For the last 10-plus years, a lot of these companies have been going down the maturity curve of [corporate social responsibility (CSR)]: finding their baseline, setting their first set of goals, achieving those goals or not, and setting their next set of goals. It’s getting increasingly sophisticated, which means increasingly more impactful. I see a lot less interest from corporates just to do CSR for the sake of doing it or on the side. They’re more asking, “How does this strategically enhance our industry or our business?” Historically, people were ashamed that we would be making money by doing the right thing. Now I see more and more companies interested in focusing on that.

What’s your advice to someone trying to partner with people within large multinationals, maybe on an impact project like Closed Loop Fund?

RK: Recognize that they are people. It’s so easy to say, “This company is evil.” Companies aren’t evil any

more than they are good. They’re not motivated in a human-emotion way. The individuals are.

And individuals on the sustainability team are usually your biggest advocates. They agree with you, probably with everything you say. Then their challenge is “How do we get the people inside the company who actually make those decisions to agree with us?” How does one do that in a way that doesn’t demonize them individually and cause them problems, but rather is a solution-
provider for them, so that people inside the company that you’re trying to influence want your help? You’re not just pointing out the problems, you’re pointing at the solutions.

Eighty percent of the people who engage a corporation are problem-identifiers. “You should do something different on palm oil because palm oil is bad.” The answer typically is, “We know that, but here are the 45 reasons why it’s intractable. Help us with one of them.”

There are very smart people at each of these companies working on these challenges. If they’re not making progress, it’s because the solutions aren’t apparent. In an engagement with the corporation, how do you focus on being a solution-provider rather than a problem-identifier? There are plenty of problem-identifiers out there already.

Do you have any tips for being a good solution-provider?

RK: Bring deep expertise in the sector that you’re trying to be a solution-provider in that will help fill gaps. In our case, our partners want to develop solutions in Southeast Asia, where their businesses are growing, to prevent their plastic packaging from getting into the ocean. The research shows that more than half of the plastics flowing into the ocean are generated in Southeast Asia, and this is because those markets have long coastlines and rivers. They have rapidly developing economies where they’re producing exponentially more waste than they used to, and it looks more like Western waste, and there’s no waste and recycling infrastructure in those communities.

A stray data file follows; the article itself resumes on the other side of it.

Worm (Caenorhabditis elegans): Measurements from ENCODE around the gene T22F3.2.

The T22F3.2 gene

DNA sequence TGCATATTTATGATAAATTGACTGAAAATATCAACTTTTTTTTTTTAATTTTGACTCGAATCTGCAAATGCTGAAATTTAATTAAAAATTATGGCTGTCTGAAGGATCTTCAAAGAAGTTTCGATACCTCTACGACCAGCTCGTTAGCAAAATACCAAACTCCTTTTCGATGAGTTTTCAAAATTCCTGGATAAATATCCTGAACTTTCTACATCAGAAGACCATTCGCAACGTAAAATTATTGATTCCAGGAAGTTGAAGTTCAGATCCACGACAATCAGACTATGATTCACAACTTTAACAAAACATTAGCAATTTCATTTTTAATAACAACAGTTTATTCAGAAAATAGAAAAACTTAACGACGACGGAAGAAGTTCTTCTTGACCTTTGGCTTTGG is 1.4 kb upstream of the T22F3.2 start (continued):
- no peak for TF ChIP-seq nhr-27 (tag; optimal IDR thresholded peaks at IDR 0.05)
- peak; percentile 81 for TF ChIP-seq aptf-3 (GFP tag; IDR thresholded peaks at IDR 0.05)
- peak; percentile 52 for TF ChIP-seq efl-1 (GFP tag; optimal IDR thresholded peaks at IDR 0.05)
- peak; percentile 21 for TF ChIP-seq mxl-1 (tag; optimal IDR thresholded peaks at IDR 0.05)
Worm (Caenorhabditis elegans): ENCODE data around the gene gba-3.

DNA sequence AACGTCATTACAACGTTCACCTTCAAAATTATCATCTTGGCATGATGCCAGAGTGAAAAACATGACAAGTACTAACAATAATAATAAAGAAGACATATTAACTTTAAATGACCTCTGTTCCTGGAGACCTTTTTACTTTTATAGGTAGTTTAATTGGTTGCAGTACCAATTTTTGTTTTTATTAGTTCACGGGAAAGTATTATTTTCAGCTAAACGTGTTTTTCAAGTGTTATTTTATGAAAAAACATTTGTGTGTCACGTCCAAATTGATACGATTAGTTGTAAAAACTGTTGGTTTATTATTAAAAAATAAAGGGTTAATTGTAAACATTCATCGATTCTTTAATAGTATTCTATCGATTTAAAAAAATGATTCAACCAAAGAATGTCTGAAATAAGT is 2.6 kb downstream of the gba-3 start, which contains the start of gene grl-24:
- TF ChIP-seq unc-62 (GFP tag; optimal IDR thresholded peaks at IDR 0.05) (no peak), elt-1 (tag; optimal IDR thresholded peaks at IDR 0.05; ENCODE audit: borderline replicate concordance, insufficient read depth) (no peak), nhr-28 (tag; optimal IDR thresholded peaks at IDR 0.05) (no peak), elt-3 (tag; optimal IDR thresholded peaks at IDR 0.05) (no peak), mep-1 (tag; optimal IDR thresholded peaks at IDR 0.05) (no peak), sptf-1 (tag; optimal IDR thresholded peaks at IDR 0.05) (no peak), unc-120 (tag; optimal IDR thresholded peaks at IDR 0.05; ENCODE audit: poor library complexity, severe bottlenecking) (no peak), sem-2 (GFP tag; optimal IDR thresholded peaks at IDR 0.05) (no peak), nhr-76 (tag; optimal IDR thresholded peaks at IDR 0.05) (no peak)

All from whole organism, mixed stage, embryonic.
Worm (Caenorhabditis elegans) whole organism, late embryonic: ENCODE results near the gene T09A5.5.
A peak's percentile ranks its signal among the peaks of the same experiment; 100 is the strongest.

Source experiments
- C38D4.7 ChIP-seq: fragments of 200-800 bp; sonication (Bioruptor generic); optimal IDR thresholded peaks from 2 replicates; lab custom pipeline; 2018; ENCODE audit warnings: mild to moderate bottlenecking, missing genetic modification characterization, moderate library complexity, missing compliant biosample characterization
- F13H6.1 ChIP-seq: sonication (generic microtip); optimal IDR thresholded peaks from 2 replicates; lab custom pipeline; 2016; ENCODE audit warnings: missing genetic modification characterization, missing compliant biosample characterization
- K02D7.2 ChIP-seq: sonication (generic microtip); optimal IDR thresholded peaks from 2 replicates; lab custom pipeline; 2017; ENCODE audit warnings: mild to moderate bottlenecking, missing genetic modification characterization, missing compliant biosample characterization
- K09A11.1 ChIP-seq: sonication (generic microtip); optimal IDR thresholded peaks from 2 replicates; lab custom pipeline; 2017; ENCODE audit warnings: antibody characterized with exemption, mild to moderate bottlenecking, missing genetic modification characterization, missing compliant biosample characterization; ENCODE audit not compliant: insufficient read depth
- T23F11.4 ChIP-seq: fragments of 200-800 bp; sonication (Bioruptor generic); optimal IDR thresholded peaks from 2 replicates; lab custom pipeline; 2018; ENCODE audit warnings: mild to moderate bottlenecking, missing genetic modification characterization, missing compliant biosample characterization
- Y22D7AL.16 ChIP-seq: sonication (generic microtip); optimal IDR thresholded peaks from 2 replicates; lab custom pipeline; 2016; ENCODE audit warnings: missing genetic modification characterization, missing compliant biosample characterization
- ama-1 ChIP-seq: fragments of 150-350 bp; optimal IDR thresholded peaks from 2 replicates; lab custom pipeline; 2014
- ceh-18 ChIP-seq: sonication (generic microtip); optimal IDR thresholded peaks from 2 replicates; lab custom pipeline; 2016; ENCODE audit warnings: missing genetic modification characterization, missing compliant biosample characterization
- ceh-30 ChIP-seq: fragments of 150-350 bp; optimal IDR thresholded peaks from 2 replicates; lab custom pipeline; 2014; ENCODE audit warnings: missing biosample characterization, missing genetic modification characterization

In partnership with the Ocean Conservancy, we’ve created an initiative called Closed Loop Ocean that is focused on figuring out how we can develop a financing mechanism to catalyze investment from institutional investors and other institutions to build the infrastructure required to prevent waste from getting into the environment.

Our approach is to figure out how to develop that pipeline of investable opportunities to say, “Here’s what it would look like,” or “Here’s how we can incubate opportunities on the solutions because there aren’t enough out there, and it would require this kind of capital commitment, but we’re bringing the technical expertise to the table.”

How to telp the world's biggest companies fund social goodHow would you fund that kind of deep solutions research before you have a committed corporate partner? It seems rather chicken-and-egg.

RK: We put a proposal together and said, “This is how we would solve this problem. Phase 1 looks like this kind of research and this type of convening. Phase 2 looks like this kind of research and this type of capital commitment. Do you want to do this with us? We’re serious. We’ve got the right partnership together. We’ve put the pieces in place. You’ve identified this problem. Here’s a way to develop a solution. We don’t have all the answers, but here’s how we go about answering them in partnership with you.”

And that worked because there was not a lot of competition for solution-providers. Everyone was looking for some way to address this challenge — and not just the corporations, but governments, development agencies, and nonprofits.

Historically, a lot of the approaches to solving big issues like this have been critical rather than enabling. Activist organizations would be running boycotts or campaigns against the corporation to get them to agree to a new policy, or something like that.

So it’s a matter of deciding, as people who care about an issue, to invest in a collaborative, enabling framework instead of, or in addition to, an oppositional one?